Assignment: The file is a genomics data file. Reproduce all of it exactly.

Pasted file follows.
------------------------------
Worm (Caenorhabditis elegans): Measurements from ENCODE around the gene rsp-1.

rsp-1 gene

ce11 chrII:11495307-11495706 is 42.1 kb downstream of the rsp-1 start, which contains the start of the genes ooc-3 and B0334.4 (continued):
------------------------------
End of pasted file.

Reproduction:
Worm (Caenorhabditis elegans): Measurements from ENCODE around the gene rsp-1.

rsp-1 gene

ce11 chrII:11495307-11495706 is 42.1 kb downstream of the rsp-1 start, which contains the start of the genes ooc-3 and B0334.4 (continued):